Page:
Jeff White, Analyst & Staff Writer, Fit Small Business
If you have a fleet of 2+ company vehicles that drive between 1,000 – 5,000+ miles a month, it might be a good idea to get a fleet card over a general purpose business credit card. This is because fleet cards typically offer tiered gas discounts that can save you more money than a cash back rewards card or even a fuel card.
Ian Atkins, Finance Editor, Fit Small Business
Fuel cards are a great alternative to fleet cards if you have 1 – 2 company vehicles. This is because fleet cards generally have monthly fees that are only waived if you drive 1k – 5k+ miles per month. If you have company vehicles with less usage, a fuel card might be right for you. Check out our guide on the best fuel cards for more information.
Ari Socolow, Editor-in-Chief, BestCashCow
There are a ton of business cards available with a range of possible rewards. However, these rewards are often category-specific. You might earn 5x points on a card for office expenses but 0 points for travel expenses, or vice versa. This makes it important to segregate your expenses so you pay expenses on a card with high rewards in that category.
Ian Wright, Founder, Merchant Machine
Make sure you put as many of your recurring businesses expenses on a rewards credit card as you can. This includes things you might not always think about such as Google and Facebook ad spend, subscription payments and even website hosting and domain renewal. The benefit is that you earn passive rewards for spending what you would anyway.
Conrad Magalis, Marketing Manager, AdvanceAcceptance
Business credit cards are often the easiest entry point for many small businesses to begin building up their credit score. Building credit early on with a business credit card allows businesses to get better rates for equipment leases, loans, and other similar needs. and other needs later on. For more information on your business credit score, read our guide on how business credit scores work.
Emile L’Eplattenier, Head of Real Estate Finance, Fit Small Business
It’s never too early to create an internal corporate credit card policy that outlines rules, regulations, and best use of company credit cards. If you don’t already have a credit card policy in place, you risk misuse and poor financial oversight, both of which can put your company in the hole. Read our article on best practices for a corporate credit card policy agreement.
Noah Grayson, Managing Director, South End Capital
There are credit cards that let you write checks against your available credit line, either for balance transfers or cash to yourself. The transaction fee is typically 2% – 5%, which is much lower than a cash advance against your credit card, which can cost up to 28%. The result is more credit at a lower rate, saving you money and helping your business grow.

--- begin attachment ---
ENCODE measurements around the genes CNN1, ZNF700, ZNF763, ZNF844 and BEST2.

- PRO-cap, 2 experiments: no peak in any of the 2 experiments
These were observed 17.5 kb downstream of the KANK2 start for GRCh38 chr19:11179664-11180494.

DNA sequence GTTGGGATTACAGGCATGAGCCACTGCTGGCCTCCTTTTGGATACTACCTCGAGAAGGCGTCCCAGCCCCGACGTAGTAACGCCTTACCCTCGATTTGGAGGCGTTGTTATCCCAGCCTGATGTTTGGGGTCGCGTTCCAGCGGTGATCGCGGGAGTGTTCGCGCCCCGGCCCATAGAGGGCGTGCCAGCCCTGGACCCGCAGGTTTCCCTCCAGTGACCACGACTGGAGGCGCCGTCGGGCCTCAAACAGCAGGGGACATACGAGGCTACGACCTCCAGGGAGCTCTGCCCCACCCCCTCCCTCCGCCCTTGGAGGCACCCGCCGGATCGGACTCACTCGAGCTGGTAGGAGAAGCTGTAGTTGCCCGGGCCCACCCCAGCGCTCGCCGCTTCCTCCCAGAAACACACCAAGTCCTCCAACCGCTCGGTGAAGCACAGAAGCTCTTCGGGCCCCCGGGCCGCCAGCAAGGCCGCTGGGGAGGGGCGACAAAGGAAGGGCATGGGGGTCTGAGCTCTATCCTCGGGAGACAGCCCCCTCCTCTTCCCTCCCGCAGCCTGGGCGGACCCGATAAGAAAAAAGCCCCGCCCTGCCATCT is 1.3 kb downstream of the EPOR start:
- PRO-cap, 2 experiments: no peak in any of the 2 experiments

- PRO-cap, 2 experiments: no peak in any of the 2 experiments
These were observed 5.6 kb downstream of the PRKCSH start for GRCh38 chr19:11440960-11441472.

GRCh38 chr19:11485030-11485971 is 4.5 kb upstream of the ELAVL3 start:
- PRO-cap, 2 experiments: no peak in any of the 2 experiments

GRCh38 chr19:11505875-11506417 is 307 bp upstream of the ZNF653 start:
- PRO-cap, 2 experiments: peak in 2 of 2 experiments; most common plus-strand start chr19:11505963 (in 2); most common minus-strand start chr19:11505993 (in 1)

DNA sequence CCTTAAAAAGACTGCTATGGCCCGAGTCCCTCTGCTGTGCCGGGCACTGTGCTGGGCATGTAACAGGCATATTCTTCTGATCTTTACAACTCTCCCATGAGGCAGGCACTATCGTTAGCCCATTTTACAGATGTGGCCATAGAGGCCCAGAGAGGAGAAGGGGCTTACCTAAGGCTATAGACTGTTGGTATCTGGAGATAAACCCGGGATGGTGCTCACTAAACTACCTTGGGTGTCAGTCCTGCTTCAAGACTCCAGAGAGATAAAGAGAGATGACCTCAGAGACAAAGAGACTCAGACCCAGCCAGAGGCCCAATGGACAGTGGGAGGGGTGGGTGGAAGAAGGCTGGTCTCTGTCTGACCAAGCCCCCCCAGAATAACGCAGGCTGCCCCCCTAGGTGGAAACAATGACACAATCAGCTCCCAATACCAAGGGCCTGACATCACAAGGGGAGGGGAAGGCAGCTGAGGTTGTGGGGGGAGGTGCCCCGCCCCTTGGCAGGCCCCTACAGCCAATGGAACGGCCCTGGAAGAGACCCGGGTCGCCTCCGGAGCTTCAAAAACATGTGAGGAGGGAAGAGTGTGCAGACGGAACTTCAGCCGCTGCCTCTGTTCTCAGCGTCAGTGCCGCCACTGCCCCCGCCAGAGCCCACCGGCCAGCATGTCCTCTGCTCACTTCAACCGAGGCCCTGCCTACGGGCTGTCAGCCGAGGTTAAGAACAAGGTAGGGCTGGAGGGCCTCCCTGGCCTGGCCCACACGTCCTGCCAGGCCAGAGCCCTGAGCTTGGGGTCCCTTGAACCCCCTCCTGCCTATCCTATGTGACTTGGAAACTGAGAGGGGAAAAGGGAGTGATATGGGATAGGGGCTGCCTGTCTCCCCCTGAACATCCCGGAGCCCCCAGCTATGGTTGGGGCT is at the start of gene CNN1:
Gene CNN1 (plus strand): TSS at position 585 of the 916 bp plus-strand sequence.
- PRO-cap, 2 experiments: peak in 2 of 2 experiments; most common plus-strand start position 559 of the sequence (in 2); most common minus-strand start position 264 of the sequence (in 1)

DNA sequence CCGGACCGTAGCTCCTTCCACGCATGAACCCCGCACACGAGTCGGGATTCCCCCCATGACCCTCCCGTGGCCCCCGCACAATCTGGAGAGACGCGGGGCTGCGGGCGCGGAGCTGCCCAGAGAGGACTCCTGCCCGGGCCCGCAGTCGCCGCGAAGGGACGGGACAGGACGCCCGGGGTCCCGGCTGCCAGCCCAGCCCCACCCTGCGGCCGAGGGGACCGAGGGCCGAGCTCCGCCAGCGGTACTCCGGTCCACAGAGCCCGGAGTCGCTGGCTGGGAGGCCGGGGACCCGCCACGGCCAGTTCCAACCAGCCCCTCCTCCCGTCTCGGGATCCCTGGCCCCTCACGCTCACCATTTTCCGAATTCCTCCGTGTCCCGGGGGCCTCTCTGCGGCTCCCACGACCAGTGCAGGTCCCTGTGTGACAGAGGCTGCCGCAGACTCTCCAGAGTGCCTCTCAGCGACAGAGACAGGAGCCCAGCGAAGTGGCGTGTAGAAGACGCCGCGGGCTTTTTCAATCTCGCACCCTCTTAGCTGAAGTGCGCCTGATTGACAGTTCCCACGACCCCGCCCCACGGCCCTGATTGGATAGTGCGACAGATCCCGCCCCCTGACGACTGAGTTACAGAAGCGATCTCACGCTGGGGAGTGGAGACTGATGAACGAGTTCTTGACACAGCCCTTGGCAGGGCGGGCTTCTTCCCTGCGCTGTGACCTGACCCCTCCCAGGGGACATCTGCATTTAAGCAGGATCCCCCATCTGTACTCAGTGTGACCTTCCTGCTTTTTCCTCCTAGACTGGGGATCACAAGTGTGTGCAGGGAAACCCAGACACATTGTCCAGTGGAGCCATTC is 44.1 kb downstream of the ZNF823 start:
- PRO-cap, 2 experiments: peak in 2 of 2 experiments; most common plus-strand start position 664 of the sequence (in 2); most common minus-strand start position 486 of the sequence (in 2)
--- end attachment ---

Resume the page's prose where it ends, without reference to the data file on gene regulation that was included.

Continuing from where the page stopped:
Brian Thomson, Founder, BrianThompsonlaw.com
A small business credit card that offers a cash back bonus on all purchases can be valuable to a small business. If you’re able to charge your office rent, health care insurance, wireless phone bill and more to your business credit card, your spending can easily add up to ten to twenty thousand dollars or more annually.
Kerri Byron, Marketing Manager, Cortera
If you already have a business credit card, make sure that your credit card payments are being properly reported on your 3 major business credit reports (Dun & Bradstreet, Experian, Equifax). Failure to do so can drastically impact your business credit score. You can read this ultimate guide on business credit reports for more information.
Bob Tankel, Founder, Tankel Law Group
There’s a war raging for online financing options. Paypal Credit, for example, offers lines of credit with 6 months of 0% interest. You can get a credit decision in as little as 3 minutes and there is typically no annual fee. Further, PayPal even offers more robust financing options that can help you with larger working capital purchases.
Craig Cody, President and Founder, Craig Cody & Company
If you use your business credit card for personal use, or if you use a personal bank account for business transactions, your personal transactions will factor into your business credit score. Make sure that you place all your business expenses on a separate credit card to keep personal expenses from being commingled with business expenses.
Carson Yarbrough, Marketing, Creditcards.offers.com
Business charge cards are business credit cards that typically don’t have a spending limit. This means that you can use a charge card to help you buy equipment, pay vendors, and purchase inventory without worrying about running out of credit. This is a huge benefit for a growing business. However, business charge cards typically require that you pay off your balance in full each month.
Matthew Coan, Founder, Casavvy.com
A grace period is a period of 10 – 20 days after your credit card bill is due. Sometimes, business credit cards will give you a grace period where they don’t charge you interest for an unpaid business credit card statement. This can help you manage cash flow and avoid any late fees or interest payments.